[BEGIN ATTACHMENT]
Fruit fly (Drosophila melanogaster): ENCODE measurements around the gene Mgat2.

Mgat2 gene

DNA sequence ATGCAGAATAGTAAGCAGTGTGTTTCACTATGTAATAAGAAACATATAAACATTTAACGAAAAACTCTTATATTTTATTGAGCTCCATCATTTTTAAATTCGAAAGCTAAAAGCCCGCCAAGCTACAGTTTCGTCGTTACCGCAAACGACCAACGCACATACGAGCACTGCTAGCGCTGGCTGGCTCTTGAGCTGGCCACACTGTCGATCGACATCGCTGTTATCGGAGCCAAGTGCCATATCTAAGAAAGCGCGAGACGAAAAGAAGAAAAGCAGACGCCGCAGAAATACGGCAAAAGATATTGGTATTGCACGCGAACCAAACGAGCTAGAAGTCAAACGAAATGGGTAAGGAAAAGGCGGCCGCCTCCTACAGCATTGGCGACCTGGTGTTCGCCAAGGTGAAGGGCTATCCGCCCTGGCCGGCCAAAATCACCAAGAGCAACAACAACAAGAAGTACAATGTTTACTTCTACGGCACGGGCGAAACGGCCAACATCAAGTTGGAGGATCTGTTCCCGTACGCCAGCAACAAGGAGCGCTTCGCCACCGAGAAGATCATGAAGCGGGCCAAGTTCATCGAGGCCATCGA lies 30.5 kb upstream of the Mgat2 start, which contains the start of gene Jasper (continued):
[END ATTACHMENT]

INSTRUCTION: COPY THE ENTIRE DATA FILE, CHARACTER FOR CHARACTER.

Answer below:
Fruit fly (Drosophila melanogaster): ENCODE measurements around the gene Mgat2.

Mgat2 gene

DNA sequence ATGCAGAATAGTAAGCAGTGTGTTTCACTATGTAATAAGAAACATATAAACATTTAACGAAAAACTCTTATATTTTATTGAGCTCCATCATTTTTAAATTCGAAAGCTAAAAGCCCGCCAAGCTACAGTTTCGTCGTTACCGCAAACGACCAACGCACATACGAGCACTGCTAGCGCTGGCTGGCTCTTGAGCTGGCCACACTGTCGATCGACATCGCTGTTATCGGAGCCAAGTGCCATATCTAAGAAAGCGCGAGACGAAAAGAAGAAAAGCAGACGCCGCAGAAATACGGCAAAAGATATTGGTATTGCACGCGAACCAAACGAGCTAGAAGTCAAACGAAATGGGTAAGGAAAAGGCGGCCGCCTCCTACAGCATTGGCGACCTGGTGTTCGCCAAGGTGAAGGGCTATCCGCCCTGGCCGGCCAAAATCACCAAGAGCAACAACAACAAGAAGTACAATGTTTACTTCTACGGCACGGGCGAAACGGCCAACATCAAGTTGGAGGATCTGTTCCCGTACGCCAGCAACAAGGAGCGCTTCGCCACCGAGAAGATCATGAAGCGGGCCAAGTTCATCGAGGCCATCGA lies 30.5 kb upstream of the Mgat2 start, which contains the start of gene Jasper (continued):